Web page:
The later 2018 Ruth book is by acclaimed author Jane Leavy. Entitled The Big Fella: Babe Ruth and The World He Created, it follows her popular 2002 one of Sandy Koufax and 2010 one of Mickey Mantle. In announcing a 500,000-copy print run, publisher HarperCollins has revealed that it will cover “two crucial aspects of Ruth’s life that have yet to be excavated by other biographies: his early childhood and his partnership with [publicist/article syndicate owner] Christy Walsh.” Beyond that, it will offer “the most insightful psychological portrait of Ruth yet” and employ “Leavy’s colorful and compelling narrative style.”

In their playing and post-careers, Cobb and Ruth drew subjective newspaper coverage to an extent apparently unmatched by other 20th-century whites in the sport. Overall, such coverage of Ruth was positive while Cobb’s was closer to neutral. Personality-wise, Ruth’s was easy to like and Cobb’s was easy to hate. Relative to other Cobb books, a subject that Ty Cobb Unleashed presents with a fuller range of credible sources is: how was his persona critiqued, especially by journalists and fellow retired players, while he was alive? The Simon & Schuster book placed stress on the negativity that came after that; namely, in Stump’s writings after Cobb’s death in 1961.

Two conventional overlaps in the 2018 Cobb and Ruth books are their hardcover length (554 and 560 pages) and price ($32 and $32.50). In a more improbable coincidence, their authors are both originally from Roslyn, N.Y.

Previously, Cobb author Rosenberg’s book expertise was almost entirely on the 19th century. Living near the Library of Congress, his specialty was plowing through microfilm of surviving contemporaneous coverage of the great baseball media stars of that era, Hall of Famers Cap Anson and Mike “King” Kelly. On Anson, that includes being the horse’s mouth on Anson’s racism (https://howardwrosenberg.atavist.com/racism-bbhistory), especially its alleged impact on the drawing of the sport’s “color line” in the 19th century. He is also the book-length expert on tricky and dirty play through 1900, which helps in evaluating how Cobb used his baseball shoes. Fittingly, it is on that newsy subject that Rosenberg most strongly counters both 2015 authors.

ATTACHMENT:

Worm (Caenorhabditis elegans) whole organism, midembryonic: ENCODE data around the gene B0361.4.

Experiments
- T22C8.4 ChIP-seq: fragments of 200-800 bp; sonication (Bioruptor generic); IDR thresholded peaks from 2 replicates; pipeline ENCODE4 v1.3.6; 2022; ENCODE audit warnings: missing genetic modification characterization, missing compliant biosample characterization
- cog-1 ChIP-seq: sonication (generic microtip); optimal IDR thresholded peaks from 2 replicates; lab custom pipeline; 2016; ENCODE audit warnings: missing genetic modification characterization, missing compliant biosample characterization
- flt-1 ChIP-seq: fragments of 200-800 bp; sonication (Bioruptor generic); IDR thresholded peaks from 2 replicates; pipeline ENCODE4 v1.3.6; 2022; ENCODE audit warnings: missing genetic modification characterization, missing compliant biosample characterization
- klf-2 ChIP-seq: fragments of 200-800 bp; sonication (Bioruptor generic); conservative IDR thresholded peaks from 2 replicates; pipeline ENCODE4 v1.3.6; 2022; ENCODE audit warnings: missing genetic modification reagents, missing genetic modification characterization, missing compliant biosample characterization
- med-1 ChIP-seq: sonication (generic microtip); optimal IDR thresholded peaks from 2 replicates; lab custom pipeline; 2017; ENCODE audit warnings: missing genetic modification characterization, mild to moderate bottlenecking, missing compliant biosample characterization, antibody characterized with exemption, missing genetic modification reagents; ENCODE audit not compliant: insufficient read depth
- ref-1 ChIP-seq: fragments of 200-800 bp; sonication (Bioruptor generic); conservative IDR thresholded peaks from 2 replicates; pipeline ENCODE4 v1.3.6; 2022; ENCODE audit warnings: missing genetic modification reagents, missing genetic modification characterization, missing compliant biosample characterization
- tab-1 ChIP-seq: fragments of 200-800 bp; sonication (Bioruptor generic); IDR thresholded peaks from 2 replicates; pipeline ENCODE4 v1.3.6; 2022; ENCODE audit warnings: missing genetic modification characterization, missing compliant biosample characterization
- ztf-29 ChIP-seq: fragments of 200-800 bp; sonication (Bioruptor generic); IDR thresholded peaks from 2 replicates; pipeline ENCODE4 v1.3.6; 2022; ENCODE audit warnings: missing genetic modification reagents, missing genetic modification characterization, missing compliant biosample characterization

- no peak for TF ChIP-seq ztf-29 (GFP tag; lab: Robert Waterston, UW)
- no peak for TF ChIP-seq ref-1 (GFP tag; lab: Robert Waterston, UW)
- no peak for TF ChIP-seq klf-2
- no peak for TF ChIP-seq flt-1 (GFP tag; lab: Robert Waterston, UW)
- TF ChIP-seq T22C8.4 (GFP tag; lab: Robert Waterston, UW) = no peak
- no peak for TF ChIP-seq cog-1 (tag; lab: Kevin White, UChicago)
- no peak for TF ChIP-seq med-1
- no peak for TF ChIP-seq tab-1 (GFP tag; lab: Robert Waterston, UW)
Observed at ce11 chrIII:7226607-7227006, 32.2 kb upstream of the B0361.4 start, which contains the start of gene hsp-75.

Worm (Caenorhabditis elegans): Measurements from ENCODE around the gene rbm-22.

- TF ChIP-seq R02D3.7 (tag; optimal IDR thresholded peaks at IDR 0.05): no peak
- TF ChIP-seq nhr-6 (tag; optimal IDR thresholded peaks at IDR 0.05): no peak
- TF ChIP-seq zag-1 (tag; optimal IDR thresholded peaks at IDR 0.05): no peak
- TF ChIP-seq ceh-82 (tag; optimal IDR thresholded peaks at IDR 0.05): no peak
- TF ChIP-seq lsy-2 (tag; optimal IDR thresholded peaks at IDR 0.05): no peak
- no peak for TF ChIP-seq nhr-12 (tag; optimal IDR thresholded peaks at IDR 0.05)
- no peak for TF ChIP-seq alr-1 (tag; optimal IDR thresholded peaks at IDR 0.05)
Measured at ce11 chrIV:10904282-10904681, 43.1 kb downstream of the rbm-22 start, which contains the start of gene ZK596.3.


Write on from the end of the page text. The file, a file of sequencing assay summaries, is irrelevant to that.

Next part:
With each new baseball season, hope springs eternal, and with it comes new baseball books. A question that cannot be answered yet is: With the plugging of major gaps by the 2018 books, can the genre of major Ruth and/or Cobb biography finally be put to rest? If the Cobb one continues, readers may risk getting whiplash.

(In 2018, Ty Cobb Unleashed is available solely as a print-on-demand hardcover through online retailers; for example, at https://www.barnesandnoble.com/w/ty-cobb-unleashed-howard-w-rosenberg/1128581868?ean=9780972557443 and https://www.amazon.com/dp/097255744X/ref=sr_1_1?s=books&ie=UTF8&qid=1528827913&sr=1-1&keywords=ty+cobb+unleashed. For much of the rest of the year, traditional and online media outlets, newsy bloggers, librarians and educators can request and be approved immediately for downloadable free preview copies at https://www.netgalley.com/catalog/book/139870. The preview copy will have to be read via Adobe Digital Editions, which is available from Adobe’s Web site as a free download.)

Table of Contents
1. A Dodger No More
2. Institutional Racism
3. Argumentation on Race
4. Myths Versus Facts
5. Back From Cobb’s Last Years
6. Cobb v. Cunningham, Leerhsen v. Hornbaker
7. Food, Glorious Food
8. Amanda and Charlie (Quotes, Schmotes II)
9. Cobb & Negro Leaguers
10. Racism or Not?
11. ‘Not a Very Controversial Figure’
12. Odds and Ends        
Cobb on Women’s Rights
Cobb’s Political Allegiances
Lou Gehrig
Leo Durocher
Bird Dogs
Joe DiMaggio I/II
Arthur “Bugs” Baer
Ted Williams
Jackie Robinson
Calling Cobb Lucky
Casey Stengel
Ralph Kiner
Hank Aaron & Eddie Mathews
Telling Cobb Funny Stories
Nap Rucker
13. And By the Way
14. Cobb, Finally Finished Off
Appendix A: The 1994 Movie: Accuracies and Refutations
Appendix B: Mathewson’s 1918 Alleged Poison Gas Exposure
Appendix C: (Salsinger on) Ruth’s Never Getting to Manage